DoS– Prevention Duration Source IP-Based Rate Limiting: dropping connection with specific suspicious IP if “TPS (per IP address) reached”. Dropping the connection will stop when transaction rate “detection interval” is equal to its transaction rate “history interval”. URL-Bases Rate Limiting: dropping connection for specific URL if “TPS (per URL) reached” . Dropping the connection will stop when transaction rate “detection interval” is equal to its transaction rate “history interval”. Prevention Duration: limiting the amount of time the prevention policy is applied.
DoS - Reporting Reporting page for DoS will show events that reached the thresholds criteria's Some of the records might not be an actual connection drop when in transparent mode
DoS - Reporting (cont.) Only records that contain dropped request are actual prevention Legitimate Latency: Displays the latency history interval Detected Latency: Displays the latency detection interval
DoS - Reporting (cont.) Current Mitigation: Displays the prevention policy that was applied on the attack Previous Mitigation: Displays the previous prevention policy that didn’t manage to mitigate the attack IP Addresses: list of the source IP, including XFF header
Brute Force Brute Force is a new feature in ASM park city Part of the brute force feature relies on the DoS engine Brute force can be define per web application The configuration page contain few sections: Brute Force Protection Configuration Session-based Brute Force Protection Dynamic Brute Force Protection Access Validation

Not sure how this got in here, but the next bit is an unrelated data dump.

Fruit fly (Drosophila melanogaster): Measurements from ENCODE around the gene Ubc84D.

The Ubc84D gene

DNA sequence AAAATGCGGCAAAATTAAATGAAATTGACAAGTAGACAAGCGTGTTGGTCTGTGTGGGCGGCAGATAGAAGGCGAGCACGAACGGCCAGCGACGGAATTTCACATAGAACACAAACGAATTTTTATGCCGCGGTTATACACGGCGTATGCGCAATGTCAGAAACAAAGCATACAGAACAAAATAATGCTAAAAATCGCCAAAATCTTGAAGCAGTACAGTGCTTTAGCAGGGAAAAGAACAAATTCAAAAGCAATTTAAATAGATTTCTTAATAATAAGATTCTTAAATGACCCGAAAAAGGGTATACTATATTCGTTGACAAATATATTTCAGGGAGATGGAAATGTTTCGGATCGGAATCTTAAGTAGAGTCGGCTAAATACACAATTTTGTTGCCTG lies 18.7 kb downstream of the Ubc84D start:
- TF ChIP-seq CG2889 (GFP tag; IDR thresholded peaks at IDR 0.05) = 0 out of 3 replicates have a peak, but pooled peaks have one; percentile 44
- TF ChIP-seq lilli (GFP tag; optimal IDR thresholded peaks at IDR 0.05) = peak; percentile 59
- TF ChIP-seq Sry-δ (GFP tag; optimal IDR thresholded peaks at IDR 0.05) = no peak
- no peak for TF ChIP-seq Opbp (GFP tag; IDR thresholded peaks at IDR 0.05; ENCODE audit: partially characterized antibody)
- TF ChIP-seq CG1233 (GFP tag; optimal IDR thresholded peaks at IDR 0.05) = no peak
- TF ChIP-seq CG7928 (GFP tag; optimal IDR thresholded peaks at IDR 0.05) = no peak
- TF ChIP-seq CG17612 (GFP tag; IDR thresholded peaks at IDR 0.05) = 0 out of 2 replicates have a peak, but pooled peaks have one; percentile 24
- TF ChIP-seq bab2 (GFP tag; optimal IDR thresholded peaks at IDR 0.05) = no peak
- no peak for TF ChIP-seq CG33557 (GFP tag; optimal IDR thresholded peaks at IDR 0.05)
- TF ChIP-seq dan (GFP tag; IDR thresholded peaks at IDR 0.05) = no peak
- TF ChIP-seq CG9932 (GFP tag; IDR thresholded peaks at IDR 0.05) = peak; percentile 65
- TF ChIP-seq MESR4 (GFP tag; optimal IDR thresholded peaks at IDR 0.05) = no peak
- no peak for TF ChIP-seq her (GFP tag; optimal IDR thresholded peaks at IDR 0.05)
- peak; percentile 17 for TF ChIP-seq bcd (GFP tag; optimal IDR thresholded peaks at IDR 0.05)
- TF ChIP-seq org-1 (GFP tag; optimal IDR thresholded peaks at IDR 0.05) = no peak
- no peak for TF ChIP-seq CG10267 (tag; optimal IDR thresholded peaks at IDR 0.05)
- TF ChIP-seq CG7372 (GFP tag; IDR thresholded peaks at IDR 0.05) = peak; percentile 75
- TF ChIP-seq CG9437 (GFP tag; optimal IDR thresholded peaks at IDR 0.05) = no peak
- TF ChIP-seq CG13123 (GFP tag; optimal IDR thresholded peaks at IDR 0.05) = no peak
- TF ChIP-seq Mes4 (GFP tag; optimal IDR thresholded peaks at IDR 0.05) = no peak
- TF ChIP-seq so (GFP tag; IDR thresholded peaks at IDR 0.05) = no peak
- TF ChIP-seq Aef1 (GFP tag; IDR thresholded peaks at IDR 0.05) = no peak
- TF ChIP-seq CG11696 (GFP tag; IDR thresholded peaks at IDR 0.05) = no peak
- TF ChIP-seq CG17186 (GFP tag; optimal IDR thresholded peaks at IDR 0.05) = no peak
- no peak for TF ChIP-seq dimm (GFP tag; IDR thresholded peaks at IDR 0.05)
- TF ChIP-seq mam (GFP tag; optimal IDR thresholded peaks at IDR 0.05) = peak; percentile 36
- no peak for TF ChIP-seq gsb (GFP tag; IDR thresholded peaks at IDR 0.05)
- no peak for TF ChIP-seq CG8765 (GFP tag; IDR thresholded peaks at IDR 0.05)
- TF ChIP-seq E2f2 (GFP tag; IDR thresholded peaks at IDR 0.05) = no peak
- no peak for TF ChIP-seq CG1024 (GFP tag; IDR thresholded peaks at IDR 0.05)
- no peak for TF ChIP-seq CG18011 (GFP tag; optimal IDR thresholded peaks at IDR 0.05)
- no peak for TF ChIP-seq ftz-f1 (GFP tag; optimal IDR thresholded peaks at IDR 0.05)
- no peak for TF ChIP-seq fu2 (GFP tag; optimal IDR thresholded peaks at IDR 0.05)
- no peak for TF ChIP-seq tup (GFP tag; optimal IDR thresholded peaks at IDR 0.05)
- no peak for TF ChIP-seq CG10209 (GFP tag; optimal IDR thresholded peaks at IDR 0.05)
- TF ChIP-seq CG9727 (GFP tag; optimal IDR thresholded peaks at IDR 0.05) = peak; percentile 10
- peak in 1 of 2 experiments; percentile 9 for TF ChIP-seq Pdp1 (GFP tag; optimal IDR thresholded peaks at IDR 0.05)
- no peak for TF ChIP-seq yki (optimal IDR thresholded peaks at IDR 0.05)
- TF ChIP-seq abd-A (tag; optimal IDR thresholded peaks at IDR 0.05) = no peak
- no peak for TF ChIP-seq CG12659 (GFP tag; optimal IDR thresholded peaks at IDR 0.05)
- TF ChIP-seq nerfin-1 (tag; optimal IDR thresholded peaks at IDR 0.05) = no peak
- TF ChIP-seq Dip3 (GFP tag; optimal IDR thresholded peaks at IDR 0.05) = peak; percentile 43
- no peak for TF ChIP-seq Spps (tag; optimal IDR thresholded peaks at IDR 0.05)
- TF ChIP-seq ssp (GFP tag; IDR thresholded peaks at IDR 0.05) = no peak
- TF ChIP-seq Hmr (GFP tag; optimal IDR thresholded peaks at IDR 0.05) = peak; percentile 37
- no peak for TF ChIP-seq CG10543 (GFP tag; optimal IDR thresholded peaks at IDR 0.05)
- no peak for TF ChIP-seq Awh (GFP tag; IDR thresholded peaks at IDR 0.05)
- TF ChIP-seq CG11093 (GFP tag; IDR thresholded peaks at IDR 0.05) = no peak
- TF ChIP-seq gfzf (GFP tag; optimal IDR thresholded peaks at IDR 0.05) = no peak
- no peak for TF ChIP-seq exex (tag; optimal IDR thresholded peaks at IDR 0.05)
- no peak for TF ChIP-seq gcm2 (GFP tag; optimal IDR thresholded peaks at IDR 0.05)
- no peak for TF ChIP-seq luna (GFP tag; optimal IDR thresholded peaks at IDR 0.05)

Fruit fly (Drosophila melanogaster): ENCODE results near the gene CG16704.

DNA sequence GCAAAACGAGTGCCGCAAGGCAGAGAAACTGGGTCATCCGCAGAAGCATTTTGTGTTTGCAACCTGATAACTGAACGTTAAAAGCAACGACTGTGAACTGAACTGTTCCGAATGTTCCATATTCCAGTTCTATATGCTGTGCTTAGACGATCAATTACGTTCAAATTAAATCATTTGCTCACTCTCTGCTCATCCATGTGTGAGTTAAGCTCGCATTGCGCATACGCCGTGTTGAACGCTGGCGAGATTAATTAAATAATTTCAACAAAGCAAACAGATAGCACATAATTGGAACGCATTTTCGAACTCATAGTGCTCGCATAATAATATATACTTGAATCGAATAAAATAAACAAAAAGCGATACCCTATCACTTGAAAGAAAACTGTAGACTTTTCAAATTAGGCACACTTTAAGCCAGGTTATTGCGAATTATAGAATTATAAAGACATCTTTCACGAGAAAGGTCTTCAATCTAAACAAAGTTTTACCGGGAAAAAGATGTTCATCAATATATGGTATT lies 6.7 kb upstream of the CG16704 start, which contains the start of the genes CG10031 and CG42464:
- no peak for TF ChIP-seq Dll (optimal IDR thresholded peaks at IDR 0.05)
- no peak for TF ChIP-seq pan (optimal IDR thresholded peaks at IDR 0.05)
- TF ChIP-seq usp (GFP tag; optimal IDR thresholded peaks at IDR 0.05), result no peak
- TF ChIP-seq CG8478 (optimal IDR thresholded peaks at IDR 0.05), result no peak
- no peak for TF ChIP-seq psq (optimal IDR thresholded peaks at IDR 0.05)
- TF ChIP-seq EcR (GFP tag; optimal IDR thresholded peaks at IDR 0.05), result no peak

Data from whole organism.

Brute Force - configuration The Brute Force Protection Configuration defines authentication and credentials for the system to determine there is a brute force attempt on them Login URL: the explicit object the login action is being perform. Wild card is also supported. Authentication type: basic , digest NTLM and HTML form is supported. For HTML form user should define the user name and password parameters name that the client send as login
Brute Force - configuration (cont.) Session-based Brute Force Protection enables the user to block clients that perform 5 login attempts with the same session. User can set how long they will wait until they can re login again for the same session Enabling this feature is via the main blocking page.
Brute Force - configuration (cont.) Dynamic Brute Force Protection. Operation mode: enable or disable Off: the system doesn’t collect any data. Transparent: in case thresholds are reached will not drop requests and will write event to repot log. Blocking: in case thresholds are reached will drop request and will write events to report log.
Brute Force - configuration (cont.) Detection Criteria: Failed Login Attempts increased by: ratio of detection interval and history interval for all IP’s Failed Login Attempts Rate reached: failed logon rate value for all IP’s. Minimum Failed Login Attempts: this minimum must be reached first to prevent false positives The “Minimum Failed Login Attempts’ is AND with (“Failed Login Attempts increased by” OR “Failed Login Attempts Rate reached”)